Alice Brennan, SettleIn's CEO, will speak at Vogue Codes Summit in October. Check out her profile here and get your tickets for the event. She will be speaking on day 1 on the topic of: Art vs Science: why can’t we all just get along?
Humanitarian aid workers are always telling us technologists off for thinking that we can solve "the refugee crisis" with an app. I’ve always found this quite strange, because as far as I know, no-one has ever claimed that an app could solve any intractable international emergency. When I delved a little deeper into it, it became clear that part of this confusion comes from the way humanitarians and technologists use language. In particular, the word “solution” can stop techies and humanitarians from really understanding one another, and this is a real difficulty for all involved.
In a humanitarian context, “a solution for the refugee crisis” means either making asylum much easier and safer to secure, or even that forced displacement will stop happening. For example, Amnesty International recently published this comprehensive article called “8 ways to solve the refugee crisis”, which details the activities that need to take place to significantly improve the lives of people displaced by conflict. Their eight solutions are designed to be implemented by world leaders, and range from getting states to invest in search and rescue operations, to combatting xenophobia and racial discrimination, to opening up safe routes to sanctuary.
Undoubtedly, these strategies would be far more effective at helping people fleeing conflict than any app could ever be. This is why, I think, humanitarians are dismissive when we technologists talk about our solutions. When Amnesty International uses the phrase “a solution for a crisis”, they mean “a solution for a crisis in its entirety”. When technologists use the phrase“a solution for a crisis” they mean “a solution for a specific problem experienced by people affected by a crisis”. Technology can be great at solving small and bounded problems, such as how to provide wifi to transient communities, how to clear minefields safely or how to provide higher education to refugees in new countries. What is confusing is the fact that we are using the same word to describe problem solving on very different scales.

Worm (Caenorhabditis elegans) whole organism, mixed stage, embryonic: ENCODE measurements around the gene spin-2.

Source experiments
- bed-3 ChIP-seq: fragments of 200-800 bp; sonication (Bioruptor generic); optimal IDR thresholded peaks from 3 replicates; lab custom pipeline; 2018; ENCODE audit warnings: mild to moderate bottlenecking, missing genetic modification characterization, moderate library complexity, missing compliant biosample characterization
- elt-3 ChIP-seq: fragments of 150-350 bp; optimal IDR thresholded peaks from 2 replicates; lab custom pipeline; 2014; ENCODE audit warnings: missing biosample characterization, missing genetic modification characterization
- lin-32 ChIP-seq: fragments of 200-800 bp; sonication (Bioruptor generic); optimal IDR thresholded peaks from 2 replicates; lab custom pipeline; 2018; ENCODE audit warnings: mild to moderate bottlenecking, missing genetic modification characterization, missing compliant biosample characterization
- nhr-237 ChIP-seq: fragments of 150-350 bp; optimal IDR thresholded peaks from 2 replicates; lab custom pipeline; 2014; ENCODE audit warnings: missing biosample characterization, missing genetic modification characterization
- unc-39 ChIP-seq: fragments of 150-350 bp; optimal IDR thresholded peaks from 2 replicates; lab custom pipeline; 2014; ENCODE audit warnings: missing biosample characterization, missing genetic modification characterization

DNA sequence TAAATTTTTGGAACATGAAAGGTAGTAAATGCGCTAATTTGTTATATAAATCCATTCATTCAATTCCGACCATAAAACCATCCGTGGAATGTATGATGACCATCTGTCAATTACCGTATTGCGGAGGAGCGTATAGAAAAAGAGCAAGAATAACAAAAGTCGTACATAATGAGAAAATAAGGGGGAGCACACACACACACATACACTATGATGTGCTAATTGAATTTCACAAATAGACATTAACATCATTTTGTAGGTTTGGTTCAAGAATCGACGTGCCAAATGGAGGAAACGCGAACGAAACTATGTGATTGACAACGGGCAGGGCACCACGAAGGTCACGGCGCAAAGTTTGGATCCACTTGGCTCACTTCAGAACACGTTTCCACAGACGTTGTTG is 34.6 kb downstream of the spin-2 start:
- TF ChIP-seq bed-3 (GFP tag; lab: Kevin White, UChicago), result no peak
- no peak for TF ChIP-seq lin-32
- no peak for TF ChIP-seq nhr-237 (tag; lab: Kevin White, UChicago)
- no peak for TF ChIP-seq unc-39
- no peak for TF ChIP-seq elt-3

It’s time for us techies working in the humanitarian sector to ditch the word “solution”. If we replace the word “solution” with “tool”, “device” or “equipment”, humanitarians will stop thinking that we are deluded enough to believe we can end forced displacement with apps, and they will start to think of us as people with skills and products they can harness as part of a suite of strategies to make the world a better place.
Technology can be unsettling. It changes at a rapid pace, and is often hard to understand, and can leave us exposed to threats we didn’t know we had to be worried about. It makes sense to be wary of technology. However, being wary of technology and being afraid of technology are very different. If we are afraid of technology we don’t engage with it, and this can mean losing out on all of the benefits it can bring. Take, for example, the washing machine. Washing machines were invented in the 1700s and became commonplace in Europe, America and Australia by the middle of the 20th century. This technology has saved human beings countless hours of manual labour, enabling people to spend their time on far more interesting activities. The washing machine saved so much time that it has been credited by several historians and economists for speeding up the movement for women’s empowerment. However, in spite these lessons from history, many organisations are missing out on their “washing machine moment” because they are not engaging with new technology.
In my experience, charity and NGO staff can quite often be guilty of technophobia. However, having worked in these organisations, I understand where the fear comes from: when your work involves protecting vulnerable people, you can’t expose them to unnecessary risks. Technological progress may have brought us the washing machine, but it also brought us asbestos…
Luckily, there are some steps that even the busiest professional can take to learn how to identify which technologies could really going to help, and which to stay away from.
Keep pace with technology (in 30 minutes a week)
One of the best ways to understand and feel more comfortable with technology is to subscribe to some easily digestible news sources. Mashable has a great email newsletter and Twitter feed, and BBC’s “Click” podcast covers a wide range of technology in 30 minutes, which you can listen to on your way to work. Et voilà, an overview of the possibilities of technology with minimal effort.
Talk with techies
We are actually quite nice when you get to know us! Seriously, there are loads of techies who are really keen to support the great work that charities and non-profits do. If you can give us the opportunity to understand you and your work, we will be able to give great recommendations and even create new products to help solve your problems. Find a Meetup group or search for us on LinkedIn and reach out.
Organise a hackathon
If you’re super inspired by technology’s potential, organise yourself a hackathon. Hackathons are two-day events where techies work directly with your staff and clients to understand your organisation and your challenges and create new technologies. Many tech-forward charities and non-profits have gone down this route, ranging from SettleIn’s awesome partners SSI and STARTTS to the Cerebral Palsy Alliance and the Red Cross.
In short, you can't afford to ignore technology. It's not as complicated as you think, and if you make the effort to understand the myriad of possibilities, you might just find something as spectacularly useful as a washing machine.